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In the Embrace of TRE By Kelly de Rosner


TRE, or Tension and Trauma Releasing Exercises, can be seen as a compassionate, inner embrace. It's a practice that honours the silent stories our bodies hold, the narratives etched into our muscles and tendons, by the passage of difficult times. When we experience trauma, it's like the soul creates a defence to protect our most vulnerable selves. Our bodies cradle these defences, in a protective clasp.


With TRE, we begin a dialogue with the body, not in words, but in movement—a language that the heart understands instinctively. Like a mother rocking her child, using motion to soothe and to whisper, "You are safe now.”


The process of TRE is a gentle coaxing, a nurturing of the body towards a series of natural, therapeutic tremors. It's as if we are giving permission to the earth within us to quake and to settle more comfortably, finding a new sense of alignment and calm. The shaking—a vulnerable, yet powerful reawakening of the body's inherent rhythm that was disturbed long ago by events we may not even consciously remember.


This practice is less about the mechanics of release and more about unfolding. As the body begins to shake and release, there's a sensation like a thawing of the places that have been frozen in time, inviting our innermost energies to flow more freely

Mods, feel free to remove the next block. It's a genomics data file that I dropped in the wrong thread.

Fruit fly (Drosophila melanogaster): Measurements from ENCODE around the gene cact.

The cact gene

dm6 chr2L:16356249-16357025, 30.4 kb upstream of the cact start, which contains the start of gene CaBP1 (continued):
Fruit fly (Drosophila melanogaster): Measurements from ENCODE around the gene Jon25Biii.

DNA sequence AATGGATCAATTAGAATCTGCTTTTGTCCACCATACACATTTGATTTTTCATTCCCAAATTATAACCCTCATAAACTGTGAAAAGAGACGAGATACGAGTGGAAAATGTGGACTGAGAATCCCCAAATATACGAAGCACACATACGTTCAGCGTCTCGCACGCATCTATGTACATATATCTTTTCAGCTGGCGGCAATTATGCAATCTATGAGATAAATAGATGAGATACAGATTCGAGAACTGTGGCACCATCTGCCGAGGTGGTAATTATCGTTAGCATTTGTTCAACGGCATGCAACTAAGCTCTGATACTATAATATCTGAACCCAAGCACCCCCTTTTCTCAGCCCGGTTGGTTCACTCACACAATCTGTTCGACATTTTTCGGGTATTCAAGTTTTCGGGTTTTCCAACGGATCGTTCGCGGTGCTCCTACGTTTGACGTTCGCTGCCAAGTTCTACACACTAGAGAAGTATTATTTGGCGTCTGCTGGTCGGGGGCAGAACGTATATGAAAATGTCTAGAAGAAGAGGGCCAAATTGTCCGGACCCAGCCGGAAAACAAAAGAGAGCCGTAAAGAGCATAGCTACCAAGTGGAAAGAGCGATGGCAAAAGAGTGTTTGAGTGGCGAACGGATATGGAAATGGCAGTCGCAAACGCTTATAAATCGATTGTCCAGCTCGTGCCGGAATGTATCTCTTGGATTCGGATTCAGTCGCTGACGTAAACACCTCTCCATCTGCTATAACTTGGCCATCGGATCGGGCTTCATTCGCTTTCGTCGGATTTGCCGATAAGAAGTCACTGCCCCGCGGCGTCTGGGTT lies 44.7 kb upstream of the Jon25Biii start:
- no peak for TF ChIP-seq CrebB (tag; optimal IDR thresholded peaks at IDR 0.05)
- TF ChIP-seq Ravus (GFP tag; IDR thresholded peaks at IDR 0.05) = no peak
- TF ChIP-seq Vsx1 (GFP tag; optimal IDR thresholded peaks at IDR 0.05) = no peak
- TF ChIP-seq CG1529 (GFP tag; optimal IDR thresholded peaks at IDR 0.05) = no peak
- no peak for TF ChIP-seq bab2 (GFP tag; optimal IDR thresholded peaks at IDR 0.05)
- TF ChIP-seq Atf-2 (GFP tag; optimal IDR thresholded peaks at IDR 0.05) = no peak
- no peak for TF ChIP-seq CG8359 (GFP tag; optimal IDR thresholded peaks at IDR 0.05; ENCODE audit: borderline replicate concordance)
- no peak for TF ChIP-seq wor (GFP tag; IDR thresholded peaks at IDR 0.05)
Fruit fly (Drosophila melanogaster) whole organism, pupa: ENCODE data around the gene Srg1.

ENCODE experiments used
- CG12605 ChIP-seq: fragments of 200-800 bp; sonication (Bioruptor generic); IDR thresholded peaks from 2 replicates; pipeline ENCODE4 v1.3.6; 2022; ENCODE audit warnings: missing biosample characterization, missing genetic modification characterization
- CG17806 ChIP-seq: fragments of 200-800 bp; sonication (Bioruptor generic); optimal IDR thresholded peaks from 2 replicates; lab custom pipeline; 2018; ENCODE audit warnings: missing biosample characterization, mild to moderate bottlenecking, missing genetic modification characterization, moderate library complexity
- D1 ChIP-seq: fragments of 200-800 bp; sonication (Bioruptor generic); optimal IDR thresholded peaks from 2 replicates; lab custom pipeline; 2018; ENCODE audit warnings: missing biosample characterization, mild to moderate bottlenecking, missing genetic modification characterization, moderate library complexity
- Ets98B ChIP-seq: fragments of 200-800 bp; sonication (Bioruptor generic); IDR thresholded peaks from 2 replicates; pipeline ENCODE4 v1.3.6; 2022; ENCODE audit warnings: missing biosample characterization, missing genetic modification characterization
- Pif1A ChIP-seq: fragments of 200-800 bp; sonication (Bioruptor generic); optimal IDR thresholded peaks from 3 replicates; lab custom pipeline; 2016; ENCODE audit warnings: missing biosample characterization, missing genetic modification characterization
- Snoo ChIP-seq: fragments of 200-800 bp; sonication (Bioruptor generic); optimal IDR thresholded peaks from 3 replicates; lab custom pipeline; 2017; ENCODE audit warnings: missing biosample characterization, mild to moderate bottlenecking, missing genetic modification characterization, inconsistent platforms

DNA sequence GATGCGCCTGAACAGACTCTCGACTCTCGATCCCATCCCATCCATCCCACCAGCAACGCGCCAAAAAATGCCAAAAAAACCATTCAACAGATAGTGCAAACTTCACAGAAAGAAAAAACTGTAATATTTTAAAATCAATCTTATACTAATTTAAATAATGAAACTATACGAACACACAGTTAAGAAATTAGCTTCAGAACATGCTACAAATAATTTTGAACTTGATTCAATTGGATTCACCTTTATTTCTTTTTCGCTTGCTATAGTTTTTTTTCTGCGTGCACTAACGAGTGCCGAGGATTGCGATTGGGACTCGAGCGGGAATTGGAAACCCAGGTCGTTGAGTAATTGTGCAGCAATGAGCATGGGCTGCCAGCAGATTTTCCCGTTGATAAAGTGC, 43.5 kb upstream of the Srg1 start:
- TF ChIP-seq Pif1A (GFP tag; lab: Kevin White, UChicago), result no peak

In TRE, we're not digging into the wounds with the sharpness of analysis, the language of words, we're simply present, sensing our body, our breath, our ability to transform. It's a homecoming of sorts, a return to the body's innate wisdom, a wisdom that knows how to heal and how to breathe new life into old spaces confined by tension.


And when practiced in the quiet companionship of others, TRE takes on a collective rhythm, a shared journey of healing. Each person's movement is a silent nod to one another, a recognition of the interconnectedness of our human experiences.


In the embrace of TRE, we can find a profound simplicity. It's a pathway that leads us back to a place where the body's whispers are heard, where each tremor can help us release and recover. It's not just an exercise, it's a return to the essence of who we are, tender and strong, resilient and ever-capable of renewal.



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